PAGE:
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Archive for September, 2021

Back to the theatre! Yay!!!!

September 22, 2021 14 comments

I’ve wanted to write a billet about how happy I am to be able to go the theatre again. Nothing compares to sitting in a theatre and watching a play and I missed it dearly. I usually have a subscription to the theatre in Lyon and go to ten to twelve plays during the season. In 2020-2021, almost all plays were cancelled due to the Covid crisis. As soon as the theatres reopened, I bought tickets. I hope theatres will survive these long months they had to keep their doors closed.

I started end of June in Paris, with St Ex in New York, a play written and directed by Jean-Claude Idée. In France, Antoine de Saint-Exupéry is nicknamed St-Ex, hence the title of the play. It focuses on a special time in Saint-Exupéry’s life.

We’re in 1942, he’s living in New York with his wife Consuelo, who has an affair with Denis de Rougemont. Saint-Ex has an American mistress, Sylvia. He’s writing Le Petit Prince and he’s hitching to go back to France, enroll in the army and fight in the war.

The four of them fight, discuss art, writing and try to discourage St Ex to go back to Europe and risk his life at war. I didn’t know much about St Ex’s life, except for his experience as a pilot. I knew nothing about his temper, his relationship with his wife or anything else. Phew! If the play is accurate, he and Consuelo were like oil and water, fighting, making up, hurting each other and all in the name of love. The play shows a St Ex who’s not happy to be far from combat but is also pressured to give his support to the Général de Gaulle.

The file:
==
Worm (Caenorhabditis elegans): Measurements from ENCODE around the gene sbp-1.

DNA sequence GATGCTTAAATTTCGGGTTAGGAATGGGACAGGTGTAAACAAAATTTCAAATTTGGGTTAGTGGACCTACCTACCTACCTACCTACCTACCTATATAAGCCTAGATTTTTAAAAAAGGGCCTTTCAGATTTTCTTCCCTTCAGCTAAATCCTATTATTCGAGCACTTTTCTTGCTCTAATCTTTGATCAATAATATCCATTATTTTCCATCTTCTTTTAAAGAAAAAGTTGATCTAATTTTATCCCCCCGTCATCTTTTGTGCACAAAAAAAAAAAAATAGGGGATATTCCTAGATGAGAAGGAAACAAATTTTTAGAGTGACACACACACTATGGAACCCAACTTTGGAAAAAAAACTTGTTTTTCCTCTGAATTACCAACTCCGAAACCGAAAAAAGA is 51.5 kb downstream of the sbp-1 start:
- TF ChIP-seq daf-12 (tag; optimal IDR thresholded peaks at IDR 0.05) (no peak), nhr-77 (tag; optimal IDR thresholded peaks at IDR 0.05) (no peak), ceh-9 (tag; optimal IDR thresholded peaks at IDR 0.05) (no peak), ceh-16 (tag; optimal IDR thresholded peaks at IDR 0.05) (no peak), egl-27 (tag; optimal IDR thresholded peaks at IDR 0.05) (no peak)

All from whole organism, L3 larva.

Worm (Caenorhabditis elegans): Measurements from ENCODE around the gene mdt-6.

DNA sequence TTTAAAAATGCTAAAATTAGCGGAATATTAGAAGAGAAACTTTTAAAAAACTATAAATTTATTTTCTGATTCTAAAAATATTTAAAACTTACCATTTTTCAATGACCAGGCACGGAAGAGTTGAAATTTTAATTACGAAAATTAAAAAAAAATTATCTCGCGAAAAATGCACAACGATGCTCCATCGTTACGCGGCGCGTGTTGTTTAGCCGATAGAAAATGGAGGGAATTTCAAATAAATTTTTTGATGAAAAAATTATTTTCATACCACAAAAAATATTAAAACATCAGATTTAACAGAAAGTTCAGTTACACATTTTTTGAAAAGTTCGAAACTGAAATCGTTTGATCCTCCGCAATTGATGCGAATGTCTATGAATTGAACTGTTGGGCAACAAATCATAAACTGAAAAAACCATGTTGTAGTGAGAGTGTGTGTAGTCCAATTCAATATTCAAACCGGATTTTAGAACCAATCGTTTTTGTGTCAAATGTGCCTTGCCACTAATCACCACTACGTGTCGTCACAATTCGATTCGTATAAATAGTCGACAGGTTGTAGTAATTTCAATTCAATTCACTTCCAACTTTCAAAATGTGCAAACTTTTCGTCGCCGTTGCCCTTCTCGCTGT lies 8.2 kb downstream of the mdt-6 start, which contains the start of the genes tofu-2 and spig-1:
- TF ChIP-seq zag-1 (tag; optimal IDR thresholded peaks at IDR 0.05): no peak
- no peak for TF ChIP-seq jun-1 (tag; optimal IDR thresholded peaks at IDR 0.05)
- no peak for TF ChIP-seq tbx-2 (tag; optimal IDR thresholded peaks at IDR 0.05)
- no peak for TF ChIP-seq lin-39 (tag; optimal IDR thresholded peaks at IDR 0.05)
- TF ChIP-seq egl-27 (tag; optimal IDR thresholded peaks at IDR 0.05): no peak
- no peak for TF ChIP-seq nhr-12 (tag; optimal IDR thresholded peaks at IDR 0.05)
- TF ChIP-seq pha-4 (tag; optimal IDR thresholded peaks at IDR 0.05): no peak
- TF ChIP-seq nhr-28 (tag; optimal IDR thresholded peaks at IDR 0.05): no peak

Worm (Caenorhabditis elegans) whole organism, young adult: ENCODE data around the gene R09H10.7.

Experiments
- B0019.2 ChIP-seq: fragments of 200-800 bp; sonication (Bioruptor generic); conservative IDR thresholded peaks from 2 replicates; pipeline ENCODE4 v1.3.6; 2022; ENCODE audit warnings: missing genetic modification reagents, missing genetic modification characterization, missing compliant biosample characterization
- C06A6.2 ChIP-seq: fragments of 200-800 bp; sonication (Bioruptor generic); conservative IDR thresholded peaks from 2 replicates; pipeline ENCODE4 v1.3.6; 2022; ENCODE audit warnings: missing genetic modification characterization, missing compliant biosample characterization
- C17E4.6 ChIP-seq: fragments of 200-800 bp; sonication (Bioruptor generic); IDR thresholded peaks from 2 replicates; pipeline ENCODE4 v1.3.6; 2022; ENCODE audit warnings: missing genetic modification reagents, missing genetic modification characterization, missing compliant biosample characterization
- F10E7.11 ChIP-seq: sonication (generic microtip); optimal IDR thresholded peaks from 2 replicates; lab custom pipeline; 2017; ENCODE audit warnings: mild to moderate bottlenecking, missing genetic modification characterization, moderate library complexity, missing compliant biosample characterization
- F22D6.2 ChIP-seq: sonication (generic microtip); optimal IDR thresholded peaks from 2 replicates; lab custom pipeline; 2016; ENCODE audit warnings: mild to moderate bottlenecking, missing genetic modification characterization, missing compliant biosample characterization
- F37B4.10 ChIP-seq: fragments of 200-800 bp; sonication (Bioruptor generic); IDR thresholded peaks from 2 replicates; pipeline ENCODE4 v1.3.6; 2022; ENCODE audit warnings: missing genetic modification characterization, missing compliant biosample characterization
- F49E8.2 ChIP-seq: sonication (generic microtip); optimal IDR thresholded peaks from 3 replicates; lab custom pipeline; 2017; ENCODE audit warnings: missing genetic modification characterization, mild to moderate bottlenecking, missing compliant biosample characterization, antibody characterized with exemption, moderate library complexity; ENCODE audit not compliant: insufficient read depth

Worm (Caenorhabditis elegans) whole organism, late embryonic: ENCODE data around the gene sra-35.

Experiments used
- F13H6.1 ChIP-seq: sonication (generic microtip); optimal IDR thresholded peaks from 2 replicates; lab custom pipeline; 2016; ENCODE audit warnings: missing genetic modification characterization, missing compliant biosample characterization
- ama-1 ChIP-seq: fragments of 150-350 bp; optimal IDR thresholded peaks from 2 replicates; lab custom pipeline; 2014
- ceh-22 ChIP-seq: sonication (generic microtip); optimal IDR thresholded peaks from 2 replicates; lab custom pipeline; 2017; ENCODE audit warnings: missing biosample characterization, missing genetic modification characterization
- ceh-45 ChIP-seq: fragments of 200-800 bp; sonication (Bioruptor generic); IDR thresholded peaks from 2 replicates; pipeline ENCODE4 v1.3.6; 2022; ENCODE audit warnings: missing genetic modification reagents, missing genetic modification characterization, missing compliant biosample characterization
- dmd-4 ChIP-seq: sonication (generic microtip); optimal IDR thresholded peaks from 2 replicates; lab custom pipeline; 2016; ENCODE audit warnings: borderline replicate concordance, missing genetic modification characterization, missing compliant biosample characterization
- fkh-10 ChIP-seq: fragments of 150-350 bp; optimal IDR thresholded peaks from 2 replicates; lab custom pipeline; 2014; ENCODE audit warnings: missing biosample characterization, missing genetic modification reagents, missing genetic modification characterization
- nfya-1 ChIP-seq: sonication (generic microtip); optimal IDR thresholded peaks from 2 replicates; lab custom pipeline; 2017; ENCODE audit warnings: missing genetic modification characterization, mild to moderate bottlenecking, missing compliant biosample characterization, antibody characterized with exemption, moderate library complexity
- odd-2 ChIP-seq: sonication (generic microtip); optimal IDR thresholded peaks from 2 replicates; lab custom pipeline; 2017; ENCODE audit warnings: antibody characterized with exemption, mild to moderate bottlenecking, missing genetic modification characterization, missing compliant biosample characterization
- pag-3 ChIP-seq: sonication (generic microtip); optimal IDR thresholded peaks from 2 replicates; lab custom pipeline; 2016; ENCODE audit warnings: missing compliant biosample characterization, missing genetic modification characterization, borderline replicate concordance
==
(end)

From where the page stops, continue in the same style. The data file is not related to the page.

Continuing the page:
Le Petit Prince stems from this time and I understand that the temperamental rose is actually Consuelo in real life. The play was vivid and it showed an interesting moment in St Ex’s life.

End of August, I was in Paris again and went to see Le Cercle des Illusionnistes, written and directed by Alexis Michalik.

This play won several Molières, the most prestigious prize for theatre. Michalik has the knack for embarking you in his unique brand of storytelling. I’d already loved his Porteur d’histoires.

Le Cercle des Illusionnistes opens in 1984, it’s a football championship and Décembre steals a handbag in the metro. He contacts its owner, Avril, a pretty young lady because he wants to get to know her.

He starts telling her the story of Jean-Eugène Robert-Houdin, watchmaker, magician and illusionist of the 19th C. He was before Houdini and invented lots of techniques that are still used by conjurors. He was also a creator of automatons, ran a theatre in the heart of Paris.

The play goes back and forth between 1984 and the 19th century and we discover Robert-Houdin, his life and his heritage. It’s the kind of play that removes you temporarily from your life, puts a smile on your face and just makes you happy. Most needed in these stressful times.

Yesterday was the beginning of my new season here at the theatre in Lyon. It opened with Skylight by David Hare, directed by Claudia Stavisky. The play dates back to 1995 and was translated into French by Dominique Hollier.